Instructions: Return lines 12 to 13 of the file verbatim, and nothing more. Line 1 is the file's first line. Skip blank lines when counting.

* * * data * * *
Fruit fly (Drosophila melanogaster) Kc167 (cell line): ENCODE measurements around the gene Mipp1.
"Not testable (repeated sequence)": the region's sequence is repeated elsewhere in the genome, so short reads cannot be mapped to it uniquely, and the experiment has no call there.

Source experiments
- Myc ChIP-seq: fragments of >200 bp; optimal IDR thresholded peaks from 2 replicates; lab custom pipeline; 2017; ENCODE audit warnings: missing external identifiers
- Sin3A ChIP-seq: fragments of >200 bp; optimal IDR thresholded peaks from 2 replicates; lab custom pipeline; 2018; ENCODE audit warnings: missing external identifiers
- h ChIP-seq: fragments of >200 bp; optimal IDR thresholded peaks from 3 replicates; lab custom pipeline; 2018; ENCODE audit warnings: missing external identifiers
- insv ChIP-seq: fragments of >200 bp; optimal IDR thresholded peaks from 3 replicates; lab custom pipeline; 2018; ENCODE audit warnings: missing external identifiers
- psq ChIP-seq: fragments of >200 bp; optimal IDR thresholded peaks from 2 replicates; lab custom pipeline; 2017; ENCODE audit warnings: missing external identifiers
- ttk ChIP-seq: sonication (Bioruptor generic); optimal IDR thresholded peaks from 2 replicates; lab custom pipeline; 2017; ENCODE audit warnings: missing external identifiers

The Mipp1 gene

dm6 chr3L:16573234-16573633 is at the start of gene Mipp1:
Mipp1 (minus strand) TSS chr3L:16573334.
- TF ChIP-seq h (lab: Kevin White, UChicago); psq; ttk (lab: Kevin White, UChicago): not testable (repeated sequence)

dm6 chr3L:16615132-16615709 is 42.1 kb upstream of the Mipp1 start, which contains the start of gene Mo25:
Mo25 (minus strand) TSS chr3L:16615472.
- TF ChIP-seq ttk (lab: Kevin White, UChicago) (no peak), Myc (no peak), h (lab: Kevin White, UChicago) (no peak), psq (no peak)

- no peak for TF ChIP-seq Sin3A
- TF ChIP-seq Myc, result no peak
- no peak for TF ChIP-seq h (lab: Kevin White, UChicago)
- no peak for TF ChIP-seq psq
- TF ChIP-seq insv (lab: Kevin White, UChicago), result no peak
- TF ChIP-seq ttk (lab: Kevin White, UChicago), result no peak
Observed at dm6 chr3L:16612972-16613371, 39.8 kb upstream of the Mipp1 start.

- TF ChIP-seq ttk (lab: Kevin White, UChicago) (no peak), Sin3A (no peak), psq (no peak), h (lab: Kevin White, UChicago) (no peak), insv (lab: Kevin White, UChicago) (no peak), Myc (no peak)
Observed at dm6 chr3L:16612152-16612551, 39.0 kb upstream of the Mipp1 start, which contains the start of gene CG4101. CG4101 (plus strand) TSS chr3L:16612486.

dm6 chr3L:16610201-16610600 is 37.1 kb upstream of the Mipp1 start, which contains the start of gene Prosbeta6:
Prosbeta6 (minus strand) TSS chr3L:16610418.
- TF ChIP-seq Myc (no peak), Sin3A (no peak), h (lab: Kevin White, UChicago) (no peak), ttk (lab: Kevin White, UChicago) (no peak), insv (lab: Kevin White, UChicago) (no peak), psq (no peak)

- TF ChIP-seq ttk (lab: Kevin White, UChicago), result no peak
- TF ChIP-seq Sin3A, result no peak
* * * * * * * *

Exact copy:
Mipp1 (minus strand) TSS chr3L:16573334.
- TF ChIP-seq h (lab: Kevin White, UChicago); psq; ttk (lab: Kevin White, UChicago): not testable (repeated sequence)